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Slide Seal Alternative - cmillsap - 03-31-2015 15:33

I’d be interested in a discussion on the viability (or not) of abandoning the inflatable rubber seal that surrounds the slide on my LXi. My inflatable seal is in good working order presently but I’m sure that sometime in the future it will need to be replaced. This is a fairly large and expensive job.

The HWH slide is fitted with a brush wiper attached to the walls of the slide opening. It is located about an inch inside the slide opening behind the corner trim piece. This brush wiper circumnavigates the slide and is designed to clear debris off the outer walls of the slide particularly during the retraction process.

There is also a hard vinyl trim piece that is fitted to the corner of the slide opening. It also circumnavigates the entire slide opening.

Since I have not had the opportunity to view these two parts without the slide being present, it’s difficult to determine if they are attached to each other, one complete piece or are two separate pieces. At any rate, why could not the brush portion be replaced with a solid silicone rubber wiper/seal? This wiper/seal would be attached in the same manner as the current brush seal and sized so the leading edge or edges would contact the slide walls and act as a seal. Made of soft silicone rubber, it shouldn’t damage the painted surface of the slide during movement.

This may not provide an absolute water seal as well as the current inflatable seal but designed correctly it should suffice to keep water out and air noise to a minimum due to it being located so close to the outside vertical sidewalls of the bus.

Comments welcome………….

RE: Slide Seal Alternative - davidbrady - 03-31-2015 16:16

Hi Chuck,

Here's what it looks like:


I think you can get the DRI seal for around $500 or $12.50 per foot. I imagine if you shop around you can probably find a bulb-style seal for around $5 to $10 per foot depending upon the quality of the material. If it's silicon it'll probably be closer to $10 making the cost delta hard to justify. I'm also thinking that the constant abrasion will eventually do a number to your paint job. This is the case with the factory Prevost slides. Prevost uses a rubber wiper to remove debris as you describe and the slide body paint really shows it.

On the other hand, it'd be a fun technical challenge. Throwing a far-out idea into the mix; I like the approach of a flexible skin that on one end is attached to the outer edge of the slide body and on the inner end is attached to the bus body. This new and fantastic material would waterproof, paintable, and have the ability to stretch maybe 200x it's original size. Think of it as a prophylactic for the slide body. LOL!

Another sometimes overlooked function of the inflatable seal is dampening of the slide body within its opening. I once had the fun of driving from upper Michigan to Moscow Iowa with a torn seal. The slide made a lot of rattling noise without the seal to hold it in place.

RE: Slide Seal Alternative - cmillsap - 03-31-2015 17:45

The real benefit of a mechanical seal is to get rid of all the paraphernalia associated with an air bladder seal such as compressors, air lines and the electro/pneumatic valves and wiring control and interface problems. Most slides with a mechanical seal have a collar around them with a rubber seal attached which mates with a rubber seal on the wall of the bus. The collar-less slide looks much nicer.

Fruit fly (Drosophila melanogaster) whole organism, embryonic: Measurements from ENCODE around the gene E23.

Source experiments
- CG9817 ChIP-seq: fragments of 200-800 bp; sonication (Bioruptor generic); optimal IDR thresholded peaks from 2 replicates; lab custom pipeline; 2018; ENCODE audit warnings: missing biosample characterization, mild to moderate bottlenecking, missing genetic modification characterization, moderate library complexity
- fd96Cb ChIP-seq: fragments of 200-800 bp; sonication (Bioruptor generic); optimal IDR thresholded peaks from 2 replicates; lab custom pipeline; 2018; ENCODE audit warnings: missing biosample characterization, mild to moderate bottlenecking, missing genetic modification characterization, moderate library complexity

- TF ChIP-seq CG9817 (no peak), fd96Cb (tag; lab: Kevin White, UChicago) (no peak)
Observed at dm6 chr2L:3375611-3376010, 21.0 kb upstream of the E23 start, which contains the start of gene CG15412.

Something similar could be affected by adding two small lines around the slide circumference of mating rubber to the seal I proposed above. One located to mate up with the seal in the open position and one to mate up with it in the closed position. The solid rubber seal replacement of the wiper/brush could then be made shorter so as not to touch the slide wall during movement.
Maybe I could get a job at Disneyland. Ha.

RE: Slide Seal Alternative - davidbrady - 03-31-2015 18:46

IIt's all good Chuck; you keep us thinking! lol!

I couldn't agree more about the benefit of removing the air compressor, regulators, air dryers, electronics, hoses, etc. As you know, my bus has a bulb style seal, non-pressurized, and only containing atmospheric pressure! Smile I don't have hydraulic jacks either, only air leveling. The absence of these two systems makes arrivals and departures quite a bit easier. I pull in, check the level, if it needs leveling I hit a switch and it auto-levels or I can choose to do so manually. I then reach for the slide controls. A twist of the knob retracts the locking pins followed by slide extension. I hold the knob until the LED changes from red to green. That's it! Leaving is as simple as turning the knob to bring the slide in, starting the engine and going - the bus is already up on its suspension. Simple.

Here's the bulb seal used on my Vantare:

It's a fairly large cross-section seal, approximately 1.5"x1.5". The seal for retraction is mounted to the exterior body. The seal for extension is mounted to the interior slide flange. The pics above are the seals for extension taken from inside the coach. They don't get fully compressed. There are bump stops at the top of the slide that allow for partial compression of the seal. I think this gives a better seal and allows for a longer lifetime (no pancaking of the seal).

I agree that the flangeless slide bodies look better, but I think function overrides form here. We don't hear too much about M450 slide seal issues. Replacing a set of air seals on a factory Prevost slide is about $4K per seal. I have to confess, I'm a convert.

I like your idea. I think you'd want to simulate a flange of sorts, and few things seal better than rubber on rubber. There's actually a metal trim strip that's screwed to the outer and inner circumference of the LXi slide body. Maybe with some ingenuity it can be converted to a small flange.